A broader view of labour market statistics in Northern Ireland
Posted on August 14, 2013 by Paul Mac Flynn
The unemployment rate in Northern Ireland fell below that of the UK for the 3 months to the end of June this year. This is welcome news, but as with all economic and labour market data, a quick glance never reveals the true story.
While the numbers unemployed fell by 6,000, the numbers employed only increased by 4,000 which on the face of it would lead you to believe that 2,000 people had disappeared from the labour market, but they haven't. They may have disappeared from headline statistics, but they remain in the background. The numbers of people both employed and unemployed are classed as "economically active", that is they are either have a job or are actively looking for one. This combined group of economically active people in Northern Ireland actually declined by 2,000 people in the last three months. At the same time the numbers of economically inactive people, those out of work and not seeking work, grew by 6,000.
The economically inactive includes people who are retired, those raising a family at home and many people who voluntary remain out of the active workforce. However there is the possibility that there are some people who have fallen into this group in less desirable circumstances.
In the US in recent years, many labour market economists have highlighted that decreases in unemployment were mostly due to long-term unemployed people leaving the workforce. That is people who have been looking for a job for some time and may just simply have given up. In Northern Ireland we have seen very large increases in long-term unemployment since the beginning of the crisis. The numbers of people unemployed for more than 12 months increased by 5,000 since this time last year.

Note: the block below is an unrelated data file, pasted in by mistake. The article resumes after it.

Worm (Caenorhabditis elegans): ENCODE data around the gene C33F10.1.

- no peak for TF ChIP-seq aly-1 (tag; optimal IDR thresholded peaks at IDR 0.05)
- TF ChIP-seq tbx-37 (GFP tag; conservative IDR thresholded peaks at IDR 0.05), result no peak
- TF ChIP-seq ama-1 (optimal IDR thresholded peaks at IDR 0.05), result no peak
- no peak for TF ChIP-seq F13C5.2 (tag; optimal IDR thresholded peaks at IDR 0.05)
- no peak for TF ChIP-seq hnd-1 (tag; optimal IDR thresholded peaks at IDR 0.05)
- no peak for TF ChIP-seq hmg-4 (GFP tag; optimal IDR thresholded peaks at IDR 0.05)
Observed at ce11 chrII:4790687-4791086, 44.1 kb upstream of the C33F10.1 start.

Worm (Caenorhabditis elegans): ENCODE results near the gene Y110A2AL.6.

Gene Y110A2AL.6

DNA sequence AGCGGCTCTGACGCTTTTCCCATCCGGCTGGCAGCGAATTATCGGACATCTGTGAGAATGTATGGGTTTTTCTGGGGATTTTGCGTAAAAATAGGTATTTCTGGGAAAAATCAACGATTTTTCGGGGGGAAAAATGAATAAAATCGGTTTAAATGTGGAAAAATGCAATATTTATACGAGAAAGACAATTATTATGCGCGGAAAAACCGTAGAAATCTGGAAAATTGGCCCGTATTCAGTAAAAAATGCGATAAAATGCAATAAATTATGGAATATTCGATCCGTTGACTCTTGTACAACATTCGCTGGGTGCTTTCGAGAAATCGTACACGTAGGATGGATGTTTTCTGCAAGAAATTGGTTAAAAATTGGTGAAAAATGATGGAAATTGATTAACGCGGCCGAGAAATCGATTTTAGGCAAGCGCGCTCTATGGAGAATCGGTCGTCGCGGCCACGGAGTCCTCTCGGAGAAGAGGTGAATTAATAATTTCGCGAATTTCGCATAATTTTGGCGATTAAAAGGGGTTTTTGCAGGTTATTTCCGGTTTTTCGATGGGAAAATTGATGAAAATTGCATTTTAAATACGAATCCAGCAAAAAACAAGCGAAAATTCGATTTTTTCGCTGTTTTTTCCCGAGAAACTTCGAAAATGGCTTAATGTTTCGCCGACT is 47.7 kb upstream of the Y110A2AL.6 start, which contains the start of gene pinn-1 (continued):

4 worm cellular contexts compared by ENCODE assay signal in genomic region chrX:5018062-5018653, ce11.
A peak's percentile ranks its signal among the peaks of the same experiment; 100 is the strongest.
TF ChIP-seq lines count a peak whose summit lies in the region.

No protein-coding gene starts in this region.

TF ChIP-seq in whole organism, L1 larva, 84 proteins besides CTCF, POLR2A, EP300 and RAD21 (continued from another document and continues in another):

If we look deeper at the make-up of people who are categorised as economically inactive we see that some people are labelled "economically inactive - who want work". This is made up of people who are no longer counted as employed or unemployed, but still want to work. In the US they are referred to as discouraged workers, here in Northern Ireland the level of economically inactive people who want to work increased by 3,000 in the last three months. We may be seeing people move from the category of long-term unemployment into the category of economically inactive. News reports tend to focus on the first part of this transition rather than the latter, which should be of equal concern.
All of the figures quoted above reflect the first estimate for the second quarter of this year alone, and the picture may change substantially in another three months. The key point to be made here is that when assessing the health of the labour market, a quick scan of the headlines is never enough. Unemployment and employment are just two classifications in the wide spectrum of the labour market, in order to keep really informed we really need to take a much broader view.